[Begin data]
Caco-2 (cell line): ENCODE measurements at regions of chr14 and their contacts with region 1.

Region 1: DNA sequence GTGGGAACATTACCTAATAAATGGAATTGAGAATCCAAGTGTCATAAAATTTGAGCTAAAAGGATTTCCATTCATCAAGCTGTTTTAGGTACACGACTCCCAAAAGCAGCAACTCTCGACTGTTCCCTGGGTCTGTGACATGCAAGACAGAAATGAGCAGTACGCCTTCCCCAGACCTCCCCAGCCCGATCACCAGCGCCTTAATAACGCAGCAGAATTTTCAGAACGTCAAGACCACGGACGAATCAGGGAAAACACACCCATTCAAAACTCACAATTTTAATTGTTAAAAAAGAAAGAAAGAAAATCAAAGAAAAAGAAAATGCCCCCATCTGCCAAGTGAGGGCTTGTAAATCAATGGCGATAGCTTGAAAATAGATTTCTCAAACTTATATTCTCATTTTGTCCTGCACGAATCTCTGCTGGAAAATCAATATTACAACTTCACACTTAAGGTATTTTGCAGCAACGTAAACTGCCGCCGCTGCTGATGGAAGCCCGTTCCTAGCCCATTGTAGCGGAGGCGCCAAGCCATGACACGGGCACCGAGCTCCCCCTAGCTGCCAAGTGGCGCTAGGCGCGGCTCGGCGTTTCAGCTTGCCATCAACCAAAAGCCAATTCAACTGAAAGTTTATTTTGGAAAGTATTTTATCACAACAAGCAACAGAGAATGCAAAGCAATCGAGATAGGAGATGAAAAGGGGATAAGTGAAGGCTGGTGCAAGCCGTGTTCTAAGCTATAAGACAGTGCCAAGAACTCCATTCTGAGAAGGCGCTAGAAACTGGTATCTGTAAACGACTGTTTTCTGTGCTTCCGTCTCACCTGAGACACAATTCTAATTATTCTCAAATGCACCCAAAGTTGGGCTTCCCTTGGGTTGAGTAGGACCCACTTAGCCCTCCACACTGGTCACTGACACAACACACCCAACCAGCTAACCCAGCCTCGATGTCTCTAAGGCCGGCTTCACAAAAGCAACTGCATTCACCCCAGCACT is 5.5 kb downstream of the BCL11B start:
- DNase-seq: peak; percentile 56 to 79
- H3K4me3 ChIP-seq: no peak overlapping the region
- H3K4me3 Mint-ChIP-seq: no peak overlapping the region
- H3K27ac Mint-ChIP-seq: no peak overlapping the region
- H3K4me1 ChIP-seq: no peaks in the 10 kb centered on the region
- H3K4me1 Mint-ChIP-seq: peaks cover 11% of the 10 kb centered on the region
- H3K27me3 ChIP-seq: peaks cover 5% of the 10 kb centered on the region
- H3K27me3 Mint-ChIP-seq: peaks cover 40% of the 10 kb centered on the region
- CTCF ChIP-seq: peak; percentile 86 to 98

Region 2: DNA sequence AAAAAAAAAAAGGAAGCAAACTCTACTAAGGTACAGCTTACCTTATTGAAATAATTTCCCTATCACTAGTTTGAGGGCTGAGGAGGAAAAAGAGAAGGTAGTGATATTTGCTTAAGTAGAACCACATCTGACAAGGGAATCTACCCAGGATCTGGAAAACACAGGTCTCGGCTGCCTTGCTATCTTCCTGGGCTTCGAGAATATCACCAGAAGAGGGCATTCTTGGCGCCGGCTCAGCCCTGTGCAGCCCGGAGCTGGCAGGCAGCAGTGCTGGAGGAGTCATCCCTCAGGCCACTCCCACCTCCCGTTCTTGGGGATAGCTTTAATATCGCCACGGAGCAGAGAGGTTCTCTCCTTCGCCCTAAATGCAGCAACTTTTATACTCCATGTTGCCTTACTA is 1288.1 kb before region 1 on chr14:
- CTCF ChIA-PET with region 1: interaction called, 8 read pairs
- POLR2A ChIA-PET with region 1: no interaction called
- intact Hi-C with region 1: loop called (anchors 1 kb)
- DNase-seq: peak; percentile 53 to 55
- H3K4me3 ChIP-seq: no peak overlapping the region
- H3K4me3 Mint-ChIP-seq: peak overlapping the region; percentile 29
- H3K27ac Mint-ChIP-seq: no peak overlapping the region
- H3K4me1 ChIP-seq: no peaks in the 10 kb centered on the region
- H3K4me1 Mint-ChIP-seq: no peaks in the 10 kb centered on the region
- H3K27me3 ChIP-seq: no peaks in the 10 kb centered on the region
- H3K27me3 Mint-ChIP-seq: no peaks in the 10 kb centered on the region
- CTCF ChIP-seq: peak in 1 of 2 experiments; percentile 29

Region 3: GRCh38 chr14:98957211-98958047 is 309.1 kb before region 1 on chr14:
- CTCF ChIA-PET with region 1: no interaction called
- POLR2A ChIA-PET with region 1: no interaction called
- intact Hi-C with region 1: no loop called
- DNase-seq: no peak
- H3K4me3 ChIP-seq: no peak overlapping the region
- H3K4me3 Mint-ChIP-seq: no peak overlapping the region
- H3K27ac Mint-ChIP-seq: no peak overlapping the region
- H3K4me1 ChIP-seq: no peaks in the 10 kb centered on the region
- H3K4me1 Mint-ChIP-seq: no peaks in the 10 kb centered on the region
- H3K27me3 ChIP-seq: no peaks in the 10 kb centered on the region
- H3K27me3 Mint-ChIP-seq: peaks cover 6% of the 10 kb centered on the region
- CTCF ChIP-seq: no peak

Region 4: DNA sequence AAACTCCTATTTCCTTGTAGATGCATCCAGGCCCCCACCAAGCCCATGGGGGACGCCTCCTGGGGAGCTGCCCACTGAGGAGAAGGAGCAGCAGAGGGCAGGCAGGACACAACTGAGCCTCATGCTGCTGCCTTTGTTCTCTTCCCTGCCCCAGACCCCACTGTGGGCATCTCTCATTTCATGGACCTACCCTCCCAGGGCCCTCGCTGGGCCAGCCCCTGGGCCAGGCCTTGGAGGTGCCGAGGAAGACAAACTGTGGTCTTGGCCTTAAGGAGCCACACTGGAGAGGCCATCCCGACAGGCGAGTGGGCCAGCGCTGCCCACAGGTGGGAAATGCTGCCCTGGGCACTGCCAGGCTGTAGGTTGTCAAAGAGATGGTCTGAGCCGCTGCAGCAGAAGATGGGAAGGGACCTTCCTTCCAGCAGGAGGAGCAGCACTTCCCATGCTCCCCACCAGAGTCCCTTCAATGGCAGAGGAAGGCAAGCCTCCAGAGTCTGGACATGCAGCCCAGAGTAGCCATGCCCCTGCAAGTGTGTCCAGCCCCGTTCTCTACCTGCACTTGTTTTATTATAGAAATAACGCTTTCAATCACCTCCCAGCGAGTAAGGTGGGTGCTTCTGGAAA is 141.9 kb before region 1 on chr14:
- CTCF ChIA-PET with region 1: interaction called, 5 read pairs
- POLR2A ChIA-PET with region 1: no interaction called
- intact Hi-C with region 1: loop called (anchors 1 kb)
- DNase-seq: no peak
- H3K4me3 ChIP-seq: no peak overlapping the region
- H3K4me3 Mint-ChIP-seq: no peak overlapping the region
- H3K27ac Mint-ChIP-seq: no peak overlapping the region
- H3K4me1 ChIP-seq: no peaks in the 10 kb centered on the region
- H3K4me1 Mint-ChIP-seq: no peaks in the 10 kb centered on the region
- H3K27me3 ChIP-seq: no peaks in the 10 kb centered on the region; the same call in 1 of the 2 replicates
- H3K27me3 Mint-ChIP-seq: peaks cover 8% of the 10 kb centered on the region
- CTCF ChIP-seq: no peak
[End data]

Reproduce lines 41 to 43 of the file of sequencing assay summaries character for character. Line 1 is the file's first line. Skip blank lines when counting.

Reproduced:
- intact Hi-C with region 1: loop called (anchors 1 kb)
- DNase-seq: no peak
- H3K4me3 ChIP-seq: no peak overlapping the region